For a character to grow, of course, things have to happen to them, and if you want them to grow in a certain way, things have to happen in a specific order. Suddenly, A PLOT! The next rehearsal-free day, I went back to my middle school and squeezed the stuffing out of Dr. Carroll because I finally understood what he’d been trying to tell me. I still didn’t outline- outlines were, after all, an element of research papers, and therefore to be loathed- but I’d have a page or two where I told the story like I would for an extended book report where we had to tell the ending in order to convince the teacher that we’d read the whole thing.

Flash forward a couple of years to chemistry- specifically stoichiometry. Balancing chemical equations. I hope my chem teacher never reads this, because I had two levels of that class (honors and AP) and I can’t actually remember why stoichiometry is done, or how. Much shame on me (though, in my defense, I haven’t had a science class in almost eight years). What I do remember is, like math, whatever you do to one side of the equation, you have to do to the other. If you multiply by 2 on one side, you have to multiply by 2 on the other.

Now, this might seem like a strange thing to translate into writing, but it got me to thinking about balance. As I did my little story point bulletins, and as I wrote the stories, I realized that nothing was balanced. I had short, intense spurts where a lot of things were happening, bookended by long stretches where not much was happening. It wasn’t as simple as remembering to multiply by 2 on both sides, but paying attention to how things balanced helped me smooth out my overall story arcs.

Also in chemistry (and US history, as a matter of fact), we had to do book notes on every chapter. This was during my two years of Really Horrible Hand Problems, when I literally couldn’t hold a pen or type without severe pain and muscle spasms (those two years sucked, by the way). My amazing mother spent a lot of time working on homework with me, which is when we discovered that my brain works through writing things down, that’s how I figure things out. We also learned that everyone outlines in a different way. Trying to dictate the notes drove us both crazy, so we finally gave up, she wrote her own outlines, and I promised to read each chapter at least twice before the tests. But- that process, the result of that frustration, taught me a lot about outlines, about structure, and how they could combine with plot points and balance.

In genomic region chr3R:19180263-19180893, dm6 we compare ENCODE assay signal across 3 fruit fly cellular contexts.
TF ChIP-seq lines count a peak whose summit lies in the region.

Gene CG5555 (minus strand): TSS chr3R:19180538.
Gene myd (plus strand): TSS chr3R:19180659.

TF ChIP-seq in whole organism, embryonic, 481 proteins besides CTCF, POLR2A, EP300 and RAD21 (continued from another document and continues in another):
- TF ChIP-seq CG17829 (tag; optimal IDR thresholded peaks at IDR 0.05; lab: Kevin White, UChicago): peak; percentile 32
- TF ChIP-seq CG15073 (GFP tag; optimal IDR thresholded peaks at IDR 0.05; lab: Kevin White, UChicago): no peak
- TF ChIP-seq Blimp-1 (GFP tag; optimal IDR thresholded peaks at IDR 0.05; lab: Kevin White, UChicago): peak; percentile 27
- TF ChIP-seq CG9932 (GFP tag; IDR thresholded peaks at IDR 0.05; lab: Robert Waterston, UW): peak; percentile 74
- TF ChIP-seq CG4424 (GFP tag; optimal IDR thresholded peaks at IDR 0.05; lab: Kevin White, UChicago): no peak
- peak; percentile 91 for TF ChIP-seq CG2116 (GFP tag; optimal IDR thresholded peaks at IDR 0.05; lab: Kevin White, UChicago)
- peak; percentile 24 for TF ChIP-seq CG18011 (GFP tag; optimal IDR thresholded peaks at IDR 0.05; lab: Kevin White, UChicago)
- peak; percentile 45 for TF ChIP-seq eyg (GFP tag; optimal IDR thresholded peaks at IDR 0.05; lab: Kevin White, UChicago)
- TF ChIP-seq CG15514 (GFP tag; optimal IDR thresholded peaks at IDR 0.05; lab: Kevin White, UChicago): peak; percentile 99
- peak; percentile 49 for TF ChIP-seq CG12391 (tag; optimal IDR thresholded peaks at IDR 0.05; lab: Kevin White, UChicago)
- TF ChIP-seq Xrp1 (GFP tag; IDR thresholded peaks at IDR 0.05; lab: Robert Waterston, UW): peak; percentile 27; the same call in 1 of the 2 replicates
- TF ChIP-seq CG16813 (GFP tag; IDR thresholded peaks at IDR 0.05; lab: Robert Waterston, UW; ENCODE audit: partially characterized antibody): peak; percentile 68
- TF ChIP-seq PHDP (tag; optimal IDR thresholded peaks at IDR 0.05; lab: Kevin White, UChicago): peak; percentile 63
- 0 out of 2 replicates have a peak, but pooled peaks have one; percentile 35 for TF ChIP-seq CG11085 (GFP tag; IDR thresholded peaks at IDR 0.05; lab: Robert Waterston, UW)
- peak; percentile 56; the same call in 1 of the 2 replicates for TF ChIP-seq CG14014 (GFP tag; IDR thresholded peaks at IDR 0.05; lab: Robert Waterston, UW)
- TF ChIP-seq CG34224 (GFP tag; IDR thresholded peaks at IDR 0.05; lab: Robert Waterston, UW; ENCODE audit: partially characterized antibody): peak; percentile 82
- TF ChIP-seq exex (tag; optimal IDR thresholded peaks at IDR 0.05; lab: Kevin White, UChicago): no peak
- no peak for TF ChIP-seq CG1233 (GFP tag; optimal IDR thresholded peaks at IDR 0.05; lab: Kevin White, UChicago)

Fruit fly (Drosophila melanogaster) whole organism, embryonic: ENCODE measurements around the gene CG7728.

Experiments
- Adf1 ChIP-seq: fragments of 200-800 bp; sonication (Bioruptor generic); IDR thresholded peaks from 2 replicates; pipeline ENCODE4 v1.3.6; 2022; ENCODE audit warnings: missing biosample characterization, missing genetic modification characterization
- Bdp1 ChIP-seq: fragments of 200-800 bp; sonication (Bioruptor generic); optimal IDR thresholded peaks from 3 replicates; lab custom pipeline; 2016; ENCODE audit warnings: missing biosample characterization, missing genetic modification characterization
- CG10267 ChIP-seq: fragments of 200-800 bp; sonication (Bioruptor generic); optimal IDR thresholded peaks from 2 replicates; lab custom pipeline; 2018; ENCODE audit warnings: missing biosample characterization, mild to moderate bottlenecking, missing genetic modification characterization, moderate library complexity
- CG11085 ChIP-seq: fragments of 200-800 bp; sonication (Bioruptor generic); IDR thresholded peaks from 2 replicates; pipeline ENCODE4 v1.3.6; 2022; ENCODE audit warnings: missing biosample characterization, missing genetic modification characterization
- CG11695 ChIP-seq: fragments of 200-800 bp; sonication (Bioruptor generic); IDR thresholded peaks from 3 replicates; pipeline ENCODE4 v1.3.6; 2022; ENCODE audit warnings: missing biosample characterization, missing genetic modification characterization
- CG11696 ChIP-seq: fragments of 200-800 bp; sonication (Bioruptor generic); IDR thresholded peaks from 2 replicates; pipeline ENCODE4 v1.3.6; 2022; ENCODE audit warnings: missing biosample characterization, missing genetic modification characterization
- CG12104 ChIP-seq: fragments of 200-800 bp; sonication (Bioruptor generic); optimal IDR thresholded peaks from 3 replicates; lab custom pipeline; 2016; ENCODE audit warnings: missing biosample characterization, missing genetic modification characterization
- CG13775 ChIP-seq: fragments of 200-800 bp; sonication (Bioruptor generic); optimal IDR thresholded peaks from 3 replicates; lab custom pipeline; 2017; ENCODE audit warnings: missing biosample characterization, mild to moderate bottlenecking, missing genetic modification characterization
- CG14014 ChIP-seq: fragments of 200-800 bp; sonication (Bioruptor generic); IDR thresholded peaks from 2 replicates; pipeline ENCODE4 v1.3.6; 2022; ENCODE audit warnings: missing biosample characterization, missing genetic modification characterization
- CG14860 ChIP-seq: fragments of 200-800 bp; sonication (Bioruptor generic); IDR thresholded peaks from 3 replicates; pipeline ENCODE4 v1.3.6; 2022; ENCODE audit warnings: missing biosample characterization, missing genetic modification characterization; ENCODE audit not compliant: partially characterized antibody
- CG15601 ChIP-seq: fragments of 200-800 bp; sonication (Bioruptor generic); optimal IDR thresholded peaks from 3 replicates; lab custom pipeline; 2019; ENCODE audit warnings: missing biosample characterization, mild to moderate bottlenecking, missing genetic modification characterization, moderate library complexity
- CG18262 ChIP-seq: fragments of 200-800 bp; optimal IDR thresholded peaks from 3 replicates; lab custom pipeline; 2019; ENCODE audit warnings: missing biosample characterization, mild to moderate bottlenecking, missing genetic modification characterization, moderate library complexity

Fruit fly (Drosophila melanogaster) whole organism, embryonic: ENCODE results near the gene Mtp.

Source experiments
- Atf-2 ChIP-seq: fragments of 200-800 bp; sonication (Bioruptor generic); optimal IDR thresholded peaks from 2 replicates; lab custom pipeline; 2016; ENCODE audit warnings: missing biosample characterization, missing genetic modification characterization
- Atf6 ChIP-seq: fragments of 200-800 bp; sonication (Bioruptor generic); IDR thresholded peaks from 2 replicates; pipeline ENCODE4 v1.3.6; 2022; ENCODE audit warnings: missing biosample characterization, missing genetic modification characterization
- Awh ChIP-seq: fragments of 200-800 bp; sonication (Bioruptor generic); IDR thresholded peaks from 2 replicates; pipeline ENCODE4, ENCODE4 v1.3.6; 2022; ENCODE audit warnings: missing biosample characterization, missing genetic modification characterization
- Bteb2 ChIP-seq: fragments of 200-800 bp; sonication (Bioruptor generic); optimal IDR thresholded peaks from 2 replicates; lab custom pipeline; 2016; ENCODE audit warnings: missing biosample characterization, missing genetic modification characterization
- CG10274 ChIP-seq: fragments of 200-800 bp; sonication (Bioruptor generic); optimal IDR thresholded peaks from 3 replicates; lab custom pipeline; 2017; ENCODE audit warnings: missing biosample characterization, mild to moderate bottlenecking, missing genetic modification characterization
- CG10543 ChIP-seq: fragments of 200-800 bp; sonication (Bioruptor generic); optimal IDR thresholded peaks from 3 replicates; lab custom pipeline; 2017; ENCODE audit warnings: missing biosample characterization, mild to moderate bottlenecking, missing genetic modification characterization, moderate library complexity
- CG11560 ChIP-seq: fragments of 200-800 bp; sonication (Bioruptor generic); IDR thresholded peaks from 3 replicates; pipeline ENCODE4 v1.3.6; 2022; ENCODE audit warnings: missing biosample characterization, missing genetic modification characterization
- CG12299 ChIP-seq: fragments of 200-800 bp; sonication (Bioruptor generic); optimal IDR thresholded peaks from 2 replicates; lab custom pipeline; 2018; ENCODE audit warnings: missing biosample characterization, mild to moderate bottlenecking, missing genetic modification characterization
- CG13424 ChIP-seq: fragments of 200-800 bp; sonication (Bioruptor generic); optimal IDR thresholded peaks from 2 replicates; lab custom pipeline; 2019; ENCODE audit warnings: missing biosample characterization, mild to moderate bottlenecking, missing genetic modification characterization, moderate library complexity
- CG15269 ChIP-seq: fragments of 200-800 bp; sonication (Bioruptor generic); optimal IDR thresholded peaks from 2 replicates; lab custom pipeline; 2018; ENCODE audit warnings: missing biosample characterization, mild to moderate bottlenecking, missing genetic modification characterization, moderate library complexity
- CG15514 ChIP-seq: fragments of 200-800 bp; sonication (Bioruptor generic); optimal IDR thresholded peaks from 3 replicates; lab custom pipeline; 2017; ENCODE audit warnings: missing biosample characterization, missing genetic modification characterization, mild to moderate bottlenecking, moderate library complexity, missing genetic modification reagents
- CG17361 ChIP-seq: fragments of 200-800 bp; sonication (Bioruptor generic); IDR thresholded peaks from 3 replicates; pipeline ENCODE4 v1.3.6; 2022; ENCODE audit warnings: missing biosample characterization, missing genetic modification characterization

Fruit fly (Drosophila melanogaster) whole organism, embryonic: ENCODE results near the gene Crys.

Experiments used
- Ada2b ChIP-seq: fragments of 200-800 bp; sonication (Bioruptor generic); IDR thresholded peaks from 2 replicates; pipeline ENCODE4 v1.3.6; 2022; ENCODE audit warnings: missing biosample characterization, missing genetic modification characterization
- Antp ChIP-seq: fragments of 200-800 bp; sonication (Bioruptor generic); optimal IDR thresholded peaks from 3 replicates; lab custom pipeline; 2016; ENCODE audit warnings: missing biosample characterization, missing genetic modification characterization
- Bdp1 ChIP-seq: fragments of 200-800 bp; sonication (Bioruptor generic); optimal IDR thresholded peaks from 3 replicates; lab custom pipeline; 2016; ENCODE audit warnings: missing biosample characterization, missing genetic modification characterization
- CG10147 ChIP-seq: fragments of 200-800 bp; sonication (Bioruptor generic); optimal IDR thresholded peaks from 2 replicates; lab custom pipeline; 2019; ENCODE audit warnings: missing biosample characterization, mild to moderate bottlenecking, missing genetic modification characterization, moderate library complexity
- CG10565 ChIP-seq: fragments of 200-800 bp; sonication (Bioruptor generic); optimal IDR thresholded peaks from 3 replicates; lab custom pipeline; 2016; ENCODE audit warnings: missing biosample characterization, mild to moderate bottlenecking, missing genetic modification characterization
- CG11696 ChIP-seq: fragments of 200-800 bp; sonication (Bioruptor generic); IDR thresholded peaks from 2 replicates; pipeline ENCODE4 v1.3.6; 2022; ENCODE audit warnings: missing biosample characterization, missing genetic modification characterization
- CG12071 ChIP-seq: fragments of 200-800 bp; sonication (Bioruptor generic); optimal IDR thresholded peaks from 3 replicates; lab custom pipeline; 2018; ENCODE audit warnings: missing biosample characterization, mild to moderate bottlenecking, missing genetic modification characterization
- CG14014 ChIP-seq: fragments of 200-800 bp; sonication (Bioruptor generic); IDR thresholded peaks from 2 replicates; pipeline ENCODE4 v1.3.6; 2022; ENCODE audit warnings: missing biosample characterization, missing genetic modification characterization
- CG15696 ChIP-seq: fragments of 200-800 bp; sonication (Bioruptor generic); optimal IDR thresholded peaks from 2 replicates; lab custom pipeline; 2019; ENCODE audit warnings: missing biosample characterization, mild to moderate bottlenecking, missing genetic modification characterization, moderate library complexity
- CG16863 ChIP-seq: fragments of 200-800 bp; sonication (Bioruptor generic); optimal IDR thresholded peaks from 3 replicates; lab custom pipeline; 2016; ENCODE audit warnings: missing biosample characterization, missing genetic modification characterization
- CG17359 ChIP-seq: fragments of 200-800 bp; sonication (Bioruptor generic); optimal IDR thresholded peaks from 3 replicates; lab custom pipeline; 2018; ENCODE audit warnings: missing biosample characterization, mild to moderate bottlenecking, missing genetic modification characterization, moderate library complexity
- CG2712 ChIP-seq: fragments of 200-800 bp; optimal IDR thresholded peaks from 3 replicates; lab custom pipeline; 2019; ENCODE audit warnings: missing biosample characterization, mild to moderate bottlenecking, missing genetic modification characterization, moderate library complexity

I made another visit to Dr. Carroll the day that all finally came together in my head.

I’m an outliner now. I plot things out, I look for the balance, I make sure I know more or less where I’m going. Things still surprise me, or things get changed because they don’t balance fleshed out the way they did as skeletons, or after the outlines are done I get fresh ideas, or whatever. They’re flexible, certainly not set in stone. Even when I change things, though, I still have a guide, something to tell me if I’m getting too far off track, that reminds me constantly of the final scene that all the rest of the book is reaching for.

I’d love to say that most of my writing skills came from my English classes, but as much as I loved them, what I took from those classes was a love of some books, a hatred for others, and the profound certainty that authors don’t mean to do even half of what English teachers ascribe to them. (Proof? I have a clockwork story with twelve chapters- complete accident. A friend had to point it out to me.) No, where most of the foundation of my writing took shape was in math and science, the subjects I struggled with and sometimes (usually) hated, but nonetheless taught me a great deal my instructors never intended.

IF you learn something interesting, AND you learn to apply it, THEN your entire life can change.

So what do you do?

Until next time~
Cheers!